Martha, however, begins to get anxious about the state of the dinner. The food is almost done, the table has not been set, and Jesus has not been offered anything to drink. The lamb is starting to burn over the fire, the rice is boiling over, and the cheese was mouldy. Frantically running around the kitchen she says to herself, “Where the heck is Mary? I sent her to get the other cheese five minutes ago. I want this to be a great meal for Jesus. Where is she?” Loading herself up with the dishes, she goes out to the dining room. As she lays out the table, she spots Mary. The plate is frozen in mid air as she stares open mouthed in disbelief. “What is she doing?” thinks Martha. “We have so much to do, and she goes over to listen to Jesus? How does she expect to get any work done?” Extremely frustrated, she noisily sets the table, hoping to get Mary's attention and remind her of her duties. This does not work and she rushes back into the kitchen, hoping that Mary will soon come to her senses and return to help her. Minute after minute goes by, and Martha becomes more and more upset. “How could she do this? How could she abandon me to do all the work? How can Jesus allow her to sit there and listen to him like one of his disciples, while I am left to do all the work?” Martha was distracted by many things, and she was running herself ragged trying to serve Jesus.
Our serving can become a distraction pulling us apart.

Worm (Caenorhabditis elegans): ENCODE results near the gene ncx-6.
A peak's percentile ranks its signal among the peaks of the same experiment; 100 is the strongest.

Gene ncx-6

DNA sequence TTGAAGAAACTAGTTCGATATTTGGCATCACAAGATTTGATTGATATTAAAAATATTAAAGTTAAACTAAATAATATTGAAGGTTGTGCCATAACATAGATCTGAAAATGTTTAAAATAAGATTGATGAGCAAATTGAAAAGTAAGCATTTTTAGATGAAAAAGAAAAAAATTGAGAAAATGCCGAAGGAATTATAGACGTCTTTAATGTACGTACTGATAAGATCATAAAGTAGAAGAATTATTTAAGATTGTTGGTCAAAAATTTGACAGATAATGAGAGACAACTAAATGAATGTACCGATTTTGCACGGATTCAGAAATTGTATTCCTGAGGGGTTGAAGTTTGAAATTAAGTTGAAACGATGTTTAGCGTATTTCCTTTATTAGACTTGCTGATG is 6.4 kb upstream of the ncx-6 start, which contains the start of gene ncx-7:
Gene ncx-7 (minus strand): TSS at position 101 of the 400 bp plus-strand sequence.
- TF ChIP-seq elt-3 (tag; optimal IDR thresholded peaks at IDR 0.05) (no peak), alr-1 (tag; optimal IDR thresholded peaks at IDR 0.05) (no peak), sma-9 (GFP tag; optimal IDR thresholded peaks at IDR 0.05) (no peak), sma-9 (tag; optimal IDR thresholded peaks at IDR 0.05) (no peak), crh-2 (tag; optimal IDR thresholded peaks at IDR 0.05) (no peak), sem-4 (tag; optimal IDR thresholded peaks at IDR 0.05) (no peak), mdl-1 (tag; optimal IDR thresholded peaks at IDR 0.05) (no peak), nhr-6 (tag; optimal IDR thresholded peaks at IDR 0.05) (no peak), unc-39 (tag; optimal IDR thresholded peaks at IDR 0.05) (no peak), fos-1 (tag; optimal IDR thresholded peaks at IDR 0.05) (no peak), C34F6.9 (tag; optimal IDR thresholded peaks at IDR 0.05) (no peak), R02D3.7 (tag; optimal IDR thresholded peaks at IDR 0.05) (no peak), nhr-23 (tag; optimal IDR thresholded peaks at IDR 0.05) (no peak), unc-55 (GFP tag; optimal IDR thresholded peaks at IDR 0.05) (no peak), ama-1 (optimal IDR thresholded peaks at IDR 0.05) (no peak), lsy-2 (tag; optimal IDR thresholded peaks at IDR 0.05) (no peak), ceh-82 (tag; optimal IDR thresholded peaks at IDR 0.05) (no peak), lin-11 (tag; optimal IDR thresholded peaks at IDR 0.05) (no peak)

I have to admit, I can really identify with Martha in this situation. My wife and I love to entertain when we get a chance. I also love to do the cooking and prepare a meal for the people we are having over. At the seminary I meet with a group of guys every Monday for prayer and devotions. We also meet once a quarter at someone's house to discuss some project we had been assigned. I offered our house, and I decided to cook a full spread for the people coming over. I cooked BBQ ribs, broiled salmon with rosemary and lemon, garlic mashed potatoes, and buttered beans. The group was coming over at about 6 o'clock, and it was now 5. The food was not progressing quite as fast as I would have liked. The ribs were OK. I did not have the potatoes peeled, yet, nor did I know what I was doing with the salmon. It was a new recipe, not that I have cooked fish that often. I peeled the potatoes and set them aside in a pot. I began to clean the fish, scrapping the scales into the sink. I was scrapping with a sharp knife, and the scales were going everywhere! Every swipe of the knife sent scales flying all over the kitchen. Some landed in the pot with the potatoes, some in the beans, some on the plates laid out to place on the table, some in the glasses lined up neatly on the counter. Well, needless to say, I began to get a bit frustrated. The table had not been set, the food was not going well, and Sherilyn was on the phone with her parents in the other room. I was huffing and puffing loudly, banging dishes together, and generally making a racket trying to get her attention. Finally, I could not put up with it any longer. I stormed into the living room and said quietly, but quite firmly through clenched teeth, “Do you think you might be able to help me a bit?” She got the not so subtle hint, and came to help me. Often we are distracted by the many things we have to do, and run ourselves ragged trying to serve others. This is a simple illustration of how our service can overwhelm us and cause us to miss the good things of life.